Saturday, December 03, 2022

Leaving the past behind

This week in pursuit of turning my writing study into a painting studio I have been clearing out my desk and sorting through papers. I came across all kinds of things, including a dozen abstracts of my one and only research paper published in an academic journal.




I saved two copies. It's hard to let go of my former lives. I've been trying to give away my old academic books and have only managed to whittle them down by half because I'm oddly attached to them. I have a general rule that if I'm not going to read a book again I take it to the charity shop. But although I doubt I will ever read again Experiment, Design and Statistics in Psychology by Colin Robson, I am too fond of it to let it go. I think it's because in a world of mangled jargon and abstruse ideas I loved it for being simply written as well as downright useful. 

I also found a cache of old letters. 

Some were tiny things I had written to my gran when I was very young, that she had saved and then when she died my mother  had saved. There was one I'd written at 14 when I was on a French exchange, and another when I was 17 and working as a chambermaid for the summer in Guernsey.

Some were from my children to my mother (their gran) when they were teenagers and students; some were ones I had written to my mother and gran when Isaac and Zoe were teenagers and the-family-member-who-declines-to-be-named was a toddler. Those are tough times for various reasons and the letters reminded me of the struggle, and sometimes unhappiness, and because of this they were upsetting to read. 

I discussed this with my dear friend Het, who said "Don’t keep old papers unless they’re celebratory," which I think is good advice.  

You could argue that family letters form an important historical archive. For example, I have letters from my grandfather to my grandmother (over 100 years ago) when they were engaged, that I once told you about on the blog years ago. When I first came across the letters and read them, I fell in love with my grandfather, whom I had never met because he died before I was born. I also have letters my father wrote to my mother when he was on a travelling scholarship in America in the 1960s. They’re fascinating and amusing because he was such a good correspondent. Go to this old blog post and scroll down and you'll find some excerpts.

What I've decided to do is acquire a sturdy box to contain ALL the old family papers so they are there for future generations who are interested in social history and our family in particular.

The other papers I've been reducing have related to my writing, so for example the proof of But I Told You Last Year That I loved You is now in the box of scrap paper we mine for all kinds of odd uses.




Yesterday Dave helped me determine the best position for my table in the small square room that as of today is officially the studio. Liz came for the official opening this afternoon. I lured her - not with champagne - but with good coffee and one of Dave's homemade oatcakes topped with my homemade lemon curd.

She cut the ribbon with panache. Bless you, Liz, for being so supportive and encouraging of my change from writing to painting. And thanks to my other friends too.




And here it is:




Yes, yes, I know the flowery dust sheet looks naff, and it's going to be replaced with something more fitting. I have to have something down because the carpet is fairly new and I am impossibly messy.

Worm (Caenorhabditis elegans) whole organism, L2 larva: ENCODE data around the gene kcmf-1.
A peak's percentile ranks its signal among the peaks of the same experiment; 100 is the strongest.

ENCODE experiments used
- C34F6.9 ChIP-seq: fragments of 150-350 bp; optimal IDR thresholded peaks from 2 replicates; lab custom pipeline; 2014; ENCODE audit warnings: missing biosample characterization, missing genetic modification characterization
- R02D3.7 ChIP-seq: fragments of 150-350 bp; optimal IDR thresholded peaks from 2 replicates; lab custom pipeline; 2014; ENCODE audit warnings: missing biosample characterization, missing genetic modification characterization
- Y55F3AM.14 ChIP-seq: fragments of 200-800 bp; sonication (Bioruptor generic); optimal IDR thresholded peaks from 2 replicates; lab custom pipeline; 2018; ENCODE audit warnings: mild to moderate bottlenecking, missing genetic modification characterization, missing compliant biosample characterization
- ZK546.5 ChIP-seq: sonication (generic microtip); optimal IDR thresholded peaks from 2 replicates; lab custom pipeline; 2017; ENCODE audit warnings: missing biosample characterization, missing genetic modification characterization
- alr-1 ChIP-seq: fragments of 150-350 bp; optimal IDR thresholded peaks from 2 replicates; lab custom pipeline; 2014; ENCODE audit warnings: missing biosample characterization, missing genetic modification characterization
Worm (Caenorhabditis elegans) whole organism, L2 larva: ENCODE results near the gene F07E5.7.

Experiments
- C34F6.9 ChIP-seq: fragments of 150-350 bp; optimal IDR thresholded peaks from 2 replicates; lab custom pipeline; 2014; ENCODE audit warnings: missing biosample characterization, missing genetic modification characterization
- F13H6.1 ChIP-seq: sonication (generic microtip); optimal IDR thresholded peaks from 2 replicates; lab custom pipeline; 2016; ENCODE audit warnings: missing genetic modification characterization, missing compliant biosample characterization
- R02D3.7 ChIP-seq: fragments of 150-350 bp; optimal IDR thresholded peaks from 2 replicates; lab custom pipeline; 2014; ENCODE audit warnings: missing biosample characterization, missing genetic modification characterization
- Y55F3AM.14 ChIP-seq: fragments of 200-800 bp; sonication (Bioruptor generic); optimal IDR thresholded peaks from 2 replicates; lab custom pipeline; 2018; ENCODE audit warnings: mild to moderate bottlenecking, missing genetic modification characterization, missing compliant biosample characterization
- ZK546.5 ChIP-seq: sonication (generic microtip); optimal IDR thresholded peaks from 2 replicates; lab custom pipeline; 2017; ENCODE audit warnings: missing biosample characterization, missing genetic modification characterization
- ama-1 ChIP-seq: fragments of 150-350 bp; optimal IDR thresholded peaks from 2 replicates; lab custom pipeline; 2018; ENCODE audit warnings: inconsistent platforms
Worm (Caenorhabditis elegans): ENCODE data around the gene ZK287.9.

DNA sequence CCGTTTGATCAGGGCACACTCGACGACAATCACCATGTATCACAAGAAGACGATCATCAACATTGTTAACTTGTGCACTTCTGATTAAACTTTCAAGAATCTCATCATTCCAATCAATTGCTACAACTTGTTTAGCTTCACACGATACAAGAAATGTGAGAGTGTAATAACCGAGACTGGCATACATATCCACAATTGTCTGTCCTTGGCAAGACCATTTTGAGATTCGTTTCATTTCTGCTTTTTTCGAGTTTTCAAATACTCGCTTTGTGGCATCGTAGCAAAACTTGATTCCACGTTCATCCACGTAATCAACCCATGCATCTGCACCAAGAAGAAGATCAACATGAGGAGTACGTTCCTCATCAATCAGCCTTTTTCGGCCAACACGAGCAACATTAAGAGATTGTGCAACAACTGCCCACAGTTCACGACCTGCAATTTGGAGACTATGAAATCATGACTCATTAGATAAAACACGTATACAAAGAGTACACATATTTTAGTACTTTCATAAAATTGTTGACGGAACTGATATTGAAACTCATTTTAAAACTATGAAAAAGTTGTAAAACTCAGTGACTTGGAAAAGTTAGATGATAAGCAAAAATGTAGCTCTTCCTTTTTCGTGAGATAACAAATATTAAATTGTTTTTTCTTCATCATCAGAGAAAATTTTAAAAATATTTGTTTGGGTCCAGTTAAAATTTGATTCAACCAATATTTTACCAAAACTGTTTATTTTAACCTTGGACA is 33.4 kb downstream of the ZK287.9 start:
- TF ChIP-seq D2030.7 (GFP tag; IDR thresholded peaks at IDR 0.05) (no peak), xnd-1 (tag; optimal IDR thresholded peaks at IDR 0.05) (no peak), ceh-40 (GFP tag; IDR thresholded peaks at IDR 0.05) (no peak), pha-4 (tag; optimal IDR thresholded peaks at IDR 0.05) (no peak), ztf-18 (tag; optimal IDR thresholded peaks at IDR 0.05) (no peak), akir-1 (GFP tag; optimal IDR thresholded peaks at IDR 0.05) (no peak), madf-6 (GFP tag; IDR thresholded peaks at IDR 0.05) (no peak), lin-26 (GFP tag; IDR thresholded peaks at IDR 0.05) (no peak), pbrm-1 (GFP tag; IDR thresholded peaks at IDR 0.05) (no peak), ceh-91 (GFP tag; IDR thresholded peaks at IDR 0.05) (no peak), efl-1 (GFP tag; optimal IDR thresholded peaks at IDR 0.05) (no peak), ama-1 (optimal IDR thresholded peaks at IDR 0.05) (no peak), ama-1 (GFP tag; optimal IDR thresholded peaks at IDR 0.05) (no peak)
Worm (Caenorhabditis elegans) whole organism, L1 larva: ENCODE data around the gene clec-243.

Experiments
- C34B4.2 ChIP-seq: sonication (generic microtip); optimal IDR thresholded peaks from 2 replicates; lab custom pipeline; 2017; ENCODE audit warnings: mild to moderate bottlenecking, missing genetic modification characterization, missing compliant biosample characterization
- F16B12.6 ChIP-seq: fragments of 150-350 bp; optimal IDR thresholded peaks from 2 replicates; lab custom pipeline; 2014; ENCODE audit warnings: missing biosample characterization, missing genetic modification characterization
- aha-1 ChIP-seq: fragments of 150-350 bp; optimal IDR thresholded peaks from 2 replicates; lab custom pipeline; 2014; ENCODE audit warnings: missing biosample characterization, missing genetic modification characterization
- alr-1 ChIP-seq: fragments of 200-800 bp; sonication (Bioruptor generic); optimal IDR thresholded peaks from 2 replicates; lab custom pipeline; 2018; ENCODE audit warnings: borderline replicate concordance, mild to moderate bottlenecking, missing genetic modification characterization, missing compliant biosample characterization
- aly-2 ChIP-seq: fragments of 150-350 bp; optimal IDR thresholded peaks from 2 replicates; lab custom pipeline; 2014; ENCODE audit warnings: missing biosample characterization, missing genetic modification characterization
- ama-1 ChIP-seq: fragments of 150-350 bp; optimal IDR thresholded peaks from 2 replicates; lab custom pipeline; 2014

Monday, November 28, 2022

Ridiculous

For family reasons I have not been paying close attention to the news and now the family has gone and the brand new baby has settled on her twig, I have no excuse. I’m back to the news, but I really can’t take it. Everything in Britain is broken. 

I have backed away in despair and this week I’m focusing on trying to make changes at home - somewhere I actually have some influence and can make things better if I put some effort in. 

My easel and table and painting table have been taking up half of our sitting room for over two years 



and it’s only been moved out when people come for a substantial visit. The family left on Thursday and the stuff is still cleared away and I’m loving our civilised tidy sitting room and don’t want to clutter it up again. (Dave cares not a whit. He likes having creative stuff around the house, and he just doesn’t register clutter.) 

But I do, and I want to rearrange things. I have a large desk in my study on which sits the laptop: this is where I wrote my six books. Nowadays the laptop is only used for blogging, editing our bi-monthly Quaker Meeting newsletter, and business stuff too complex to do on the iPad. Oh, and meetings on zoom. But it’s a laptop. So do I really need a dedicated desk?

If I got rid of the desk and moved stuff around, I’d have room to paint in there. I’d have to put plastic floor covering down to protect the carpet, and I’d have to take the curtains down on the side where I’m going to paint because I am an unbelievably messy painter. You wouldn’t believe how messy. That’s why I bought the boiler suit.



When I first thought of getting rid of the desk I panicked: where would I store the clutter that’s in the drawers? Where would I put all the family photographs that sit on the  desk?  But how mad is that? Still, I like my photographs. They’re a comfort. They vibrate love. 




And the crazy cards Wendy sends me: where would I put those?  






However, I am writing this in bed on the iPad and looking at the fig tree which takes over far too much of the room. How bonkers is that?



I just came across this on Instagram: